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masterchief, Certainly the most attractive 520 I've seen. Great job! How do you like the double so far?

Brad
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Old 03-29-17, 10:56 AM   #38
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Nice work.

FYI, your assumption is correct regarding the two holes in front of the non-drive-side dropout. They're for a bolt-on kickstand.
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Old 03-29-17, 11:11 AM   #39
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I Like the rear mounted Kickstand, having a hex socket for the nut so as to let you use Nylock nuts is a good design.
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Old 03-29-17, 12:55 PM   #40
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That came out beautifully. I'm building up a similarly equipped travel bike over the next few weeks (SRAM 2x10 mtb drivetrain, v-brakes, 38 Paselas). But this looks way more classic than it will.
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Old 03-29-17, 11:22 PM   #41
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Thanks all, I think it turned out pretty good, it's certainly a very nice ride.

I went with the cheap FSA Vero drop bars, since I thought it looked like it could give a nice flat transition to the hoods, which it somewhat does. The thing is though, after riding a Zipp bar with flat tops on my road bike for a year, the standard round tops on the FSA feels so thin, and it's not very comfortable, so I might replace them along with the cheap Deda tape, for some quality stuff. I have thought about doing a double wrap instead, but I have no experience with that. Would I achieve same result by doing so?

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masterchief, Certainly the most attractive 520 I've seen. Great job! How do you like the double so far?

Brad
The double is fine so far, I'm glad I went with the 38t "big" ring, it's very well balanced for my commuting route. As Cyccommute said somewhere in this thread, the gap between the rings is quite large, and with 24t on the small, it's really only for climbing. I bought a 28t ring to try out, and I think it could be a nice replacement. I tried removing the 24t but the bolts were extremely tight (It's a brand new crankset!?) so I gave up. I cut myself on a chainring pretty badly in the hand last summer when the hex wrench slipped in a tight bolt, so I'm careful not to do that again.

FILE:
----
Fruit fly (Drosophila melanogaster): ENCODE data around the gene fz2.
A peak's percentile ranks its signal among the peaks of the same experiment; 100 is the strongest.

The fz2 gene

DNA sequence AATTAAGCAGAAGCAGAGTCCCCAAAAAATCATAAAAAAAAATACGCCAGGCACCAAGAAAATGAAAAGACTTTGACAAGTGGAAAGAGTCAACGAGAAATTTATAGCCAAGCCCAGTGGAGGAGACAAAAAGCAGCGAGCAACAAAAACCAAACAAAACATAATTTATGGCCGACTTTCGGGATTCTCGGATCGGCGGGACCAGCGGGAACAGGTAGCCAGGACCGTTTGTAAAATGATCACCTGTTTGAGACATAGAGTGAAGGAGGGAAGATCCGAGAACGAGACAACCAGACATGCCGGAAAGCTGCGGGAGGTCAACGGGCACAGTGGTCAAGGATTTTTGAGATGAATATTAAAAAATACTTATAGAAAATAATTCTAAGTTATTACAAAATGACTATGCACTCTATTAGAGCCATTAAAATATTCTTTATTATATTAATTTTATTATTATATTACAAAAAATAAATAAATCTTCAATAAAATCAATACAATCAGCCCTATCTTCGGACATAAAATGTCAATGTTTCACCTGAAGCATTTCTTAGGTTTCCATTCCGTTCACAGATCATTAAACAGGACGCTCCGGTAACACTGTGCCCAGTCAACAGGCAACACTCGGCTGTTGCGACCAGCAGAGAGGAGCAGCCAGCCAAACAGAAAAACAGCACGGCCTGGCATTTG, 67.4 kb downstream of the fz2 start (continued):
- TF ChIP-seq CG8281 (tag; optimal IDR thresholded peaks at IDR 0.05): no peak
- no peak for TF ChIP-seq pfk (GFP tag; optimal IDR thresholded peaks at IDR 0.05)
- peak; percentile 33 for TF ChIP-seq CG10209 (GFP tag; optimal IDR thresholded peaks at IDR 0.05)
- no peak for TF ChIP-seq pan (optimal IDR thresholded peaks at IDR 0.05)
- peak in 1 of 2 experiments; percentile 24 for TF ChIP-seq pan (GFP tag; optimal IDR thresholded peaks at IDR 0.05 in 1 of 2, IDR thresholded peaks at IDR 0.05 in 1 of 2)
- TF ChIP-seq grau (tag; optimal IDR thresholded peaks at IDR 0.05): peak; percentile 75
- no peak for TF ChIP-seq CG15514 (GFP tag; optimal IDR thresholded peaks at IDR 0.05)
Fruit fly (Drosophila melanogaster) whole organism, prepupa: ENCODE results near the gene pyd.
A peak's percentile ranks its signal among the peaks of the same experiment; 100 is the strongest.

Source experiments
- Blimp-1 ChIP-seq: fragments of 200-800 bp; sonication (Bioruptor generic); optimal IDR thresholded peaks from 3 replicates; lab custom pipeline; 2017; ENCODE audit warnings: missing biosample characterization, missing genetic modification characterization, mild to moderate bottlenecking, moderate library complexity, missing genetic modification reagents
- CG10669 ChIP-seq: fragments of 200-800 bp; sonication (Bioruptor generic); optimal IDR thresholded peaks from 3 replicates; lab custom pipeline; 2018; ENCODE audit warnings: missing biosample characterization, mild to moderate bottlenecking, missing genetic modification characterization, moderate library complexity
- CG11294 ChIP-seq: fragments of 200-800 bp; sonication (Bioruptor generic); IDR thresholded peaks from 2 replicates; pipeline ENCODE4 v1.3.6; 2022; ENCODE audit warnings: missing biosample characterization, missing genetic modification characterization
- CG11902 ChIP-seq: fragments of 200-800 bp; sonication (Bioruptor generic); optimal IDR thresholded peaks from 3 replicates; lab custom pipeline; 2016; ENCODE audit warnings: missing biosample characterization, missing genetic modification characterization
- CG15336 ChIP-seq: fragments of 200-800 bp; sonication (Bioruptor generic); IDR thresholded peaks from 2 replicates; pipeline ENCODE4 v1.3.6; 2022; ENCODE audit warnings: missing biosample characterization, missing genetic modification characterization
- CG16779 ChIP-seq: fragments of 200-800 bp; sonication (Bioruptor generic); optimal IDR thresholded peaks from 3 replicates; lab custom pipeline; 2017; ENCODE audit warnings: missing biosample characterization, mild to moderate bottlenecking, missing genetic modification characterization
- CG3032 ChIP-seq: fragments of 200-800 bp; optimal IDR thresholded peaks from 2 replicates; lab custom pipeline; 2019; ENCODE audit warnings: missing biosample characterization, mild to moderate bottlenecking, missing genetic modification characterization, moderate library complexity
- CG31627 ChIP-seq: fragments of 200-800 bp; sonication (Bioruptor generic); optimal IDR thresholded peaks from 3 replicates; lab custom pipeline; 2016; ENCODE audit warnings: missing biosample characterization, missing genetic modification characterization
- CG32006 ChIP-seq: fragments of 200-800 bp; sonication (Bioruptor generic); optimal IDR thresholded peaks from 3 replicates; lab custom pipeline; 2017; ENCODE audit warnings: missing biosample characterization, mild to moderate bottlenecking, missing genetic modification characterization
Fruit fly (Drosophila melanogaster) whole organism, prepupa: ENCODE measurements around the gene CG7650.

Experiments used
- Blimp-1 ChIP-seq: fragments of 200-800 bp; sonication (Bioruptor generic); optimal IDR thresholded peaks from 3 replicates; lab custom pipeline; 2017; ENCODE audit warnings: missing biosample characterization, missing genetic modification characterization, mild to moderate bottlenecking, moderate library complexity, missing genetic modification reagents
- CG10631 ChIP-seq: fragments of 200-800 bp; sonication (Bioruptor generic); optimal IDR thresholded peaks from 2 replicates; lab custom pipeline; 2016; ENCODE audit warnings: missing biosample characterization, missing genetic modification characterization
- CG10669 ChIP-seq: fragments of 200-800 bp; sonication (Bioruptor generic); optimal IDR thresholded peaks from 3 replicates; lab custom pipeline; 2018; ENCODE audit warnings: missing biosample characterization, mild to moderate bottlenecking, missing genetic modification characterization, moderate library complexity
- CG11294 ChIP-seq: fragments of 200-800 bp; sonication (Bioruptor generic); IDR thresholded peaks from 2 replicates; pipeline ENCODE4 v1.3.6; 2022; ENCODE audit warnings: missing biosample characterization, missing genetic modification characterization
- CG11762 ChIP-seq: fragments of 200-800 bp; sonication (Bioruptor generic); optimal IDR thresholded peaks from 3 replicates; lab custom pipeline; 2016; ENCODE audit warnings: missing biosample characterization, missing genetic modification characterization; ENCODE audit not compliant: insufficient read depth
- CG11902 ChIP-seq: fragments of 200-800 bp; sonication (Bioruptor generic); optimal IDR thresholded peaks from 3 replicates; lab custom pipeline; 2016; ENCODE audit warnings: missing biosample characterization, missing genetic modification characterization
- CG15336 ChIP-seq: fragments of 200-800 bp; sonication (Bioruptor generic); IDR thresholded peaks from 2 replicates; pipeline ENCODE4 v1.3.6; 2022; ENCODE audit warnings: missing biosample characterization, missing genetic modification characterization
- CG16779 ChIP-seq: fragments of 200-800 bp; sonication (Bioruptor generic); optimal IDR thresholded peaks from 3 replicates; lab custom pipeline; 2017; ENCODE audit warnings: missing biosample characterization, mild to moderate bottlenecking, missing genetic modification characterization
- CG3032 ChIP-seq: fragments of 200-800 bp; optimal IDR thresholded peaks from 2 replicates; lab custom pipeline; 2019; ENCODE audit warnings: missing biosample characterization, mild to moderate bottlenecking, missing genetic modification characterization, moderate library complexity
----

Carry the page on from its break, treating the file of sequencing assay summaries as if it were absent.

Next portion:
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Nice work.

FYI, your assumption is correct regarding the two holes in front of the non-drive-side dropout. They're for a bolt-on kickstand.
Thanks for that, maybe I should look into taking advantage of this.

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That came out beautifully. I'm building up a similarly equipped travel bike over the next few weeks (SRAM 2x10 mtb drivetrain, v-brakes, 38 Paselas). But this looks way more classic than it will.
Good luck! My Paselas are 38c too, but measure 35mm wide. I think they're smooth and quite fast on the pavement, but I haven't taken them off the black top yet.
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Old 03-30-17, 07:24 AM   #42
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So many nice details on that frame and a classic color. I wear gloves when messing with cranks and chainrings. I feel your pain.
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Old 03-30-17, 07:54 AM   #43
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masterchief, If you don't already haveone, buy a chain ring tool...sooo much better than using a screw driver! https://www.competitivecyclist.com/p...Q&gclsrc=aw.ds

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Old 03-30-17, 10:39 AM   #44
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So many nice details on that frame and a classic color. I wear gloves when messing with cranks and chainrings. I feel your pain.
Yeah I was pleasantly surprised when I got it too, it's really a quality frame. Before I got it, I thought It didn't look as sturdy as the LHT. Now, I have never seen an LHT in person, but this is definitely a tough frame, no doubt about that, and I can see why people choose it for loaded touring.

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masterchief, If you don't already haveone, buy a chain ring tool...sooo much better than using a screw driver! https://www.competitivecyclist.com/p...Q&gclsrc=aw.ds

Brad
Thanks, I do have one of those, but it's actually not the nuts turning that's the issue. The bolt screws directly into the crankarm, and it's just hella tight! I would have thought this problem was reserved for seized bolts from the last century, but apparently not.